How To Protect Your Mental Health In 2021

Welcome fellow souls to « The Human Family Crash Course Series, » a new project collaborated together by empress2inspire.blog and diosraw.com. Together we will be working on a different topic for each crash course; our second topic is focused on «How To Thrive In 2021.» Each topic will have eight posts with posts on Mondays and Thursdays. We hope you enjoy our series and we look forward to knowing how our posts have inspired you!

At this moment in time, things seem uncertain. Our mental health is the foundation, the garden, from which our flowers grow.. Many of us are living in lockdowns which have been shown in many studies to affect our mental health in a negative way.

Here are some tips on protecting your mental health in 2021:

  • Support Network. People with strong family or social connections are generally healthier than those who lack a support network. Make plans with supportive family members and friends to talk over the phone, or seek out activities you can do together such as having a deep conversation and collaborating on a project.
  • Taking care of yourself physically. Looking after your body can improve your mental health since both are intertwined. Be sure to: Eat nutritious meals, avoid smoking and vaping, drink plenty of water and exercise (which helps decrease depression and anxiety and improve moods). 
  • Spend some time with an animal friend. Time with animals lowers the stress hormone cortisol and boosts oxytocin – which stimulates feelings of happiness. If you don’t have a pet, hang out with a friend who does or volunteer at a shelter if you can.
  • Practice forgiveness. Even if it’s just forgiving that person who cut you off during your commute. People who forgive have better mental health and report being more satisfied with their lives.
  • Get enough sleep. Researchers believe that lack of sleep contributes to a high rate of depression in college students and increases anxiety, food cravings and reduces your productivity.
  • Humour. Laughter is one of the best medicines. Getting through these times involves finding the humour in situations rather than seeing something as a curse. Change your perspective and see the blessing. Put some funny videos on, talk to a friend and laugh, increasing your immune system strength and lowering pain levels.
  • Discover Spirituality. Look into different spiritual concepts. Do you know what spirituality is? Awakening the spirit within you will help your mental health by learning you are an eternal spirit that never dies.
  • Manage your news and social media intake. Try to find a source of news that you can trust during these difficult times to keep you informed. But take a break from it all and check the news every once in a while. Try to also limit your intake of news and social media, which can help you manage your feelings if you find yourself worried or if you are finding news updates upsetting.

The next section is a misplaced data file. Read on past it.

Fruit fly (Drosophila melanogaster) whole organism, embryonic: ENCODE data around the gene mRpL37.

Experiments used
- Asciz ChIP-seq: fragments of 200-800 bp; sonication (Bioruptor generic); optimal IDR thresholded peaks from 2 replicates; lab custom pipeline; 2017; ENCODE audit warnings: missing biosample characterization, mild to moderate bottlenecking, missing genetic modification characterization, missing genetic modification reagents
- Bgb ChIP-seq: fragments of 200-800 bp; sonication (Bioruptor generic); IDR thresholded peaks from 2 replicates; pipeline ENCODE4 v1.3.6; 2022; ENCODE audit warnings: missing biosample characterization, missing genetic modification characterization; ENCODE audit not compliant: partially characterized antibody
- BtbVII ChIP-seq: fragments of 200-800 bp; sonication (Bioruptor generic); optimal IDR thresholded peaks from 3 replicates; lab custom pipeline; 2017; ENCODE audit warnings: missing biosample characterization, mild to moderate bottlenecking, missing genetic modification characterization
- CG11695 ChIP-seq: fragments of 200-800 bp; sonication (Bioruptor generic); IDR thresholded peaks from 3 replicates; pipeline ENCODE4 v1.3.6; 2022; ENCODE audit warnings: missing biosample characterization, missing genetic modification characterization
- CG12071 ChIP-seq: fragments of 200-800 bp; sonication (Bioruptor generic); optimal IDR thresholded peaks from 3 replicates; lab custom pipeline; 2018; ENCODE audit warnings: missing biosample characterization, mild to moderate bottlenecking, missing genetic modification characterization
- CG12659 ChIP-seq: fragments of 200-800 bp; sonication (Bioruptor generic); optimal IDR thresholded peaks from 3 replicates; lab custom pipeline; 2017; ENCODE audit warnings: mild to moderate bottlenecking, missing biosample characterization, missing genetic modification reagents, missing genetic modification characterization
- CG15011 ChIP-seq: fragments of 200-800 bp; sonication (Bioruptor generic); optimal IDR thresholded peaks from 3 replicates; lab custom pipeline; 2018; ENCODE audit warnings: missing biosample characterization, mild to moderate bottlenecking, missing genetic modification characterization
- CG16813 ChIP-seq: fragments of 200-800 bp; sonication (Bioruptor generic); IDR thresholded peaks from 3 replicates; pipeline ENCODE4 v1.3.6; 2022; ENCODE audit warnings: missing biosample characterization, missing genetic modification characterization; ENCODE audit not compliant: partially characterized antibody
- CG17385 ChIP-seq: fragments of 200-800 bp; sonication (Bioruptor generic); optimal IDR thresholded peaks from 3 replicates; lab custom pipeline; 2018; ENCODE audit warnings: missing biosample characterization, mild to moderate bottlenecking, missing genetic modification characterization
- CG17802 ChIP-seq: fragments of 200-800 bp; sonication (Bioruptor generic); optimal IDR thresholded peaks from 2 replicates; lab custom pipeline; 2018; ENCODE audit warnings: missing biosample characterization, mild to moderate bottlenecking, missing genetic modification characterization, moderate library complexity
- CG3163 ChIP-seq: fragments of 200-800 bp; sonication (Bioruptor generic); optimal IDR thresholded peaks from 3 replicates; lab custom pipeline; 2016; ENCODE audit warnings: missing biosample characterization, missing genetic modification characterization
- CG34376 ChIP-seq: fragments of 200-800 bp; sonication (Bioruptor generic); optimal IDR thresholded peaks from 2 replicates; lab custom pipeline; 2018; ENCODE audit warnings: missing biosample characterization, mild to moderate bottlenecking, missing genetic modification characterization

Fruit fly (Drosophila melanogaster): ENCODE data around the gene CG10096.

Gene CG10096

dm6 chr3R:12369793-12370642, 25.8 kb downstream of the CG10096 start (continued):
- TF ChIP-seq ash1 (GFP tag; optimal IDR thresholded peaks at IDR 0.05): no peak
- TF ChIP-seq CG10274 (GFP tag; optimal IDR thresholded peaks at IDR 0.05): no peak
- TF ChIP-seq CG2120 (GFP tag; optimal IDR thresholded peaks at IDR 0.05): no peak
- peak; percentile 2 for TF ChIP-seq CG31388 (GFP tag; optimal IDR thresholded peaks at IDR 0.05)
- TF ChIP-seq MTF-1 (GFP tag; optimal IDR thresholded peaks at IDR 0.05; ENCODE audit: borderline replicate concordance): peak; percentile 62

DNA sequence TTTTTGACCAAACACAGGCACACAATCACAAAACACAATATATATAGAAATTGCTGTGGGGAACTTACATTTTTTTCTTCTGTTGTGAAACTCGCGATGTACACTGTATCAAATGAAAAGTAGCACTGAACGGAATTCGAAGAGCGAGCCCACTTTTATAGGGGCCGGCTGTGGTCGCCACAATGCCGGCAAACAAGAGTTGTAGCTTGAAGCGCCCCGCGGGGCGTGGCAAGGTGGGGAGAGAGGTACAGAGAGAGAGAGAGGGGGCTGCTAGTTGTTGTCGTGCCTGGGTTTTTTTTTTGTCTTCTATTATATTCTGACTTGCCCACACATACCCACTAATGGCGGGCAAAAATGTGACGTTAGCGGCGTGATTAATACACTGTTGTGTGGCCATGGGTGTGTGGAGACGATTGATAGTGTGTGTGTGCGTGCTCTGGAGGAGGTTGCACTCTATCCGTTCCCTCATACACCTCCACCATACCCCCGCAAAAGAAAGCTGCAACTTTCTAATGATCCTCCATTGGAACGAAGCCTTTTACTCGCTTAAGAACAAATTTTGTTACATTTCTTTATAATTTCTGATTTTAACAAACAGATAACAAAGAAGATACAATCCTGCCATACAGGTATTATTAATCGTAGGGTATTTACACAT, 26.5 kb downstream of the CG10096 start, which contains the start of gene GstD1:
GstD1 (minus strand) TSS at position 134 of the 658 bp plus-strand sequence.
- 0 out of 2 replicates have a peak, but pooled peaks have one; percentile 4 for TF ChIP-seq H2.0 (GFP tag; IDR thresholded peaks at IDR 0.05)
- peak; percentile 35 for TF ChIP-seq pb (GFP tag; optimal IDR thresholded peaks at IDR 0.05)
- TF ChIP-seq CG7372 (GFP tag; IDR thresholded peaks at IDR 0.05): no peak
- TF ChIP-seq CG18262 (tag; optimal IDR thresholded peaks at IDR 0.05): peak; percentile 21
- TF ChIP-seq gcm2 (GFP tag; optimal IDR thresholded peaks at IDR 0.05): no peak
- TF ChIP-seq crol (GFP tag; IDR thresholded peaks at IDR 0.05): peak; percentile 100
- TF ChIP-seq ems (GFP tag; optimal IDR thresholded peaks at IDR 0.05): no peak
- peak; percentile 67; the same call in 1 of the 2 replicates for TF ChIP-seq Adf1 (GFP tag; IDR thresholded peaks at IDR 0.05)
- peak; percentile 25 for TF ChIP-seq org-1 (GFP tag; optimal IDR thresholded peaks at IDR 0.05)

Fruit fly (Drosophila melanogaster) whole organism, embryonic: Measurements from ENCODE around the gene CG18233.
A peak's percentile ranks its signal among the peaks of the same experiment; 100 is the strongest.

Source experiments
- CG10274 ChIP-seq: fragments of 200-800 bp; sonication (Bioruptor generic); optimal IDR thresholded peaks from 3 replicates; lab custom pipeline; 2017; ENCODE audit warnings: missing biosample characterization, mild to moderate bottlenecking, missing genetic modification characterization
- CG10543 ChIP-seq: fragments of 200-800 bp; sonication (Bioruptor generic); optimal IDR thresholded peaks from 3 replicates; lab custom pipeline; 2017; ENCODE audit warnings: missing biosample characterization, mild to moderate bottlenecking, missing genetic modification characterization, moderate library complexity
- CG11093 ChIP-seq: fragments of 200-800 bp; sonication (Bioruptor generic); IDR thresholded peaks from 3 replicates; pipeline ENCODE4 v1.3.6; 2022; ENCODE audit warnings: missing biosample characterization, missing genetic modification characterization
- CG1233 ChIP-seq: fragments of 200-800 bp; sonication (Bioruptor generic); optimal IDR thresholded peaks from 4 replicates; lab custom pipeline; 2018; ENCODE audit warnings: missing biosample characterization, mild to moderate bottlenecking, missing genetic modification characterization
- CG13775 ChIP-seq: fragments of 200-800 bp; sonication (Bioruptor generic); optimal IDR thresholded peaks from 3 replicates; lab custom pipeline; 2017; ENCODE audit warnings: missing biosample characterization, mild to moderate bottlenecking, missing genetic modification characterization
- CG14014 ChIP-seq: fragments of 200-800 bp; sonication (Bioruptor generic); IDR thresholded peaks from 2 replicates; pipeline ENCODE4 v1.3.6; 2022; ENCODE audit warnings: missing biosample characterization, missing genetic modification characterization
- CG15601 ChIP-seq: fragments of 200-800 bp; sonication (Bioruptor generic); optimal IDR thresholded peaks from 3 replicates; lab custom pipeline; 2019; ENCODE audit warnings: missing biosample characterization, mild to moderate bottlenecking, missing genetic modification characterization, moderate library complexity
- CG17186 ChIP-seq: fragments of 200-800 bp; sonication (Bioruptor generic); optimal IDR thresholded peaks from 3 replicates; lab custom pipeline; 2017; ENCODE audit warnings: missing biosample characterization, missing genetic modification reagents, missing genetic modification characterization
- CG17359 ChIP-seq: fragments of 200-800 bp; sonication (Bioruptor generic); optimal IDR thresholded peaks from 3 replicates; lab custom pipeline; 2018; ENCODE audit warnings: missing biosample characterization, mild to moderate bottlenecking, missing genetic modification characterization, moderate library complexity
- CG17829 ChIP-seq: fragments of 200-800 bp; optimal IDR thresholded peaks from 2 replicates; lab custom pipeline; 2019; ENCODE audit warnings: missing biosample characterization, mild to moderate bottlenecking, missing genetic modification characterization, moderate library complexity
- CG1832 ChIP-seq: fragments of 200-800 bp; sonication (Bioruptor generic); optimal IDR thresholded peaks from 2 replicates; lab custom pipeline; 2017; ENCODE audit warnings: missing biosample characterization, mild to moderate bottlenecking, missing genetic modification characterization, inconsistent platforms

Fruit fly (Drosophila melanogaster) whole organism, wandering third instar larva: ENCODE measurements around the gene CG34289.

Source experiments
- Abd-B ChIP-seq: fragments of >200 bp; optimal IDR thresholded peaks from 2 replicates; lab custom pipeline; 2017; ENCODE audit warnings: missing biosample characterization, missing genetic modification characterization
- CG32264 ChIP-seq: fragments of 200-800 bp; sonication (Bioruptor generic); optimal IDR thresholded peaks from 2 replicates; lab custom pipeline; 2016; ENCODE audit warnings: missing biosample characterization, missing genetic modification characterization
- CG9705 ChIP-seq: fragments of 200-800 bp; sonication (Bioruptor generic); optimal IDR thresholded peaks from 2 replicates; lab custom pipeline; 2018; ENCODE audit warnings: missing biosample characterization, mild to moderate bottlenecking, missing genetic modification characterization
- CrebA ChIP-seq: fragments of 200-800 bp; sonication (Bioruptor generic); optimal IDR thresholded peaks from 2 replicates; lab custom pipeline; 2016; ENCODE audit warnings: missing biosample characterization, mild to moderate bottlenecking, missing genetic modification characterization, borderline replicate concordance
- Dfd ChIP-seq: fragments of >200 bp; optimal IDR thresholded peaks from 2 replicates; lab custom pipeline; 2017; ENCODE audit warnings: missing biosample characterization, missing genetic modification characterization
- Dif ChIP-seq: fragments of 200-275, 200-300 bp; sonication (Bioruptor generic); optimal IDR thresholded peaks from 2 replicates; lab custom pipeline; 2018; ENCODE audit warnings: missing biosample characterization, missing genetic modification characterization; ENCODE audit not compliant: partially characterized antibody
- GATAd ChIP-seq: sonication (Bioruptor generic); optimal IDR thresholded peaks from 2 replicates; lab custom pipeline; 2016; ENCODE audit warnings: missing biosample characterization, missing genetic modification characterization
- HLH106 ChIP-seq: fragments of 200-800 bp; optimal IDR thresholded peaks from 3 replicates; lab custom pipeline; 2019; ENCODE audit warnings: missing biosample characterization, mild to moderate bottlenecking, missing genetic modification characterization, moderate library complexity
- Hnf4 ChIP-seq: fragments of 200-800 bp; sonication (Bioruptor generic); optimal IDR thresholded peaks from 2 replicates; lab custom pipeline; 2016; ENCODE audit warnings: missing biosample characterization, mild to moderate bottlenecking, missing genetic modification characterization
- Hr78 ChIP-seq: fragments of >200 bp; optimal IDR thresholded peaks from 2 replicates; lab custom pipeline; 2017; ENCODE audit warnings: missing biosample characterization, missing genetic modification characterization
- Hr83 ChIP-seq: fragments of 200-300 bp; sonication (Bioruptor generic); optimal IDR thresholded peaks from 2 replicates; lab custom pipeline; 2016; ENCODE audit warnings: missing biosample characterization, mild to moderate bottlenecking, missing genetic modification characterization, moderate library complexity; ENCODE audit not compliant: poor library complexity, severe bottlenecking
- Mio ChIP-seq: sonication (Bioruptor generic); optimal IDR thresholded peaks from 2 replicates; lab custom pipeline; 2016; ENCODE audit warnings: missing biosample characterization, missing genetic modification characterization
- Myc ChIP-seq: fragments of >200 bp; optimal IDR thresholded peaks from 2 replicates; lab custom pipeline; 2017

• Are you feeling claustrophobic or trapped? Open the windows to let in fresh air or you could spend time sitting on your doorstep, or in the garden if you have one. Try looking at the sky out of the window or from your doorstep. This can help to give you a sense of space and regularly change the rooms you spend time in.
  • Take in as much sun and fresh air as you can.  Being outside, particularly surrounded by nature and greenery, can benefit your mental wellbeing. If you are able to leave your home under current government restrictions, try to seek out walks or areas to exercise that are nearby but also allow you to be surrounded by nature. If you are unable to be outside, try opening your window and spending time in rooms which get a lot of natural light. You could also try garden planters on your window sills or placing house plants around your home.
  • Find things you love doing. Do you write? Do you love to cook? Do you enjoy painting? Do you love to learn new things? Focus on these and boost your mood.
  • Work on the self. This is a time to go within and discover yourself. Who are you? What values do you live by? Who is that voice in your head? Get to know yourself and ask yourself questions, I’m sure you’ll be intrigued by what you find.
  • Talking about your feelings. Talking can help you stay in good mental health and deal with times when you feel troubled.Talking about your feelings isn’t a sign of weakness. It’s part of taking charge of your well being and doing what you can to stay healthy. Talking can be a way to cope with a problem you’ve been carrying around in your head for a while. Just being listened to can help you feel supported and less alone. And it works both ways. If you open up, it might encourage others to do the same.
  • Clean your outer environment. Having an ordered and clean surrounding will make you feel more in control, calmer and relaxed. When your outer world is ordered, you will be inspired to keep your inner world ordered.
  • Establish a routine and schedule. Bringing structure to your day can give you a better sense of control and can make a difference to your mental health. Work out how you will spend your time each day, write it down and check-in with your schedule regularly.
  • Nutritious foods. Choose foods that will nourish your mind and body. A plant based diet that is rich in diversity has been proven to boost good mental health and take years off your life. Cherries, avocados, grapes, nuts, legumes and greens will brighten your mind.
  • Find new healing methods. Look into alternative healing to find other ways of clearing the past from your mind and body. Sometimes conventional medicine doesn’t have all the answers for your health. Have you looked into aromatherapy? Acupuncture? Reflexology?
  • The future of communication will be cyberspace. With the way things are going, the world is turning to the internet for support and connection. Start a blog, find online support groups or groups with similar interests to you. You may find new friends and different forks in the road may open up for you! 

We’ll catch you next time, before you go, here is some food for thought:

“Anyone who has never made a mistake has never tried anything new.” -Albert Einstein. Try something outside of your comfort zone.

“There is no greater agony than bearing an untold story inside of you.”  -Maya Angelou. If you have personal experience with mental illness or recovery find a way of sharing it with others. Check out what other people are saying on different cyberspace sites such as WordPress.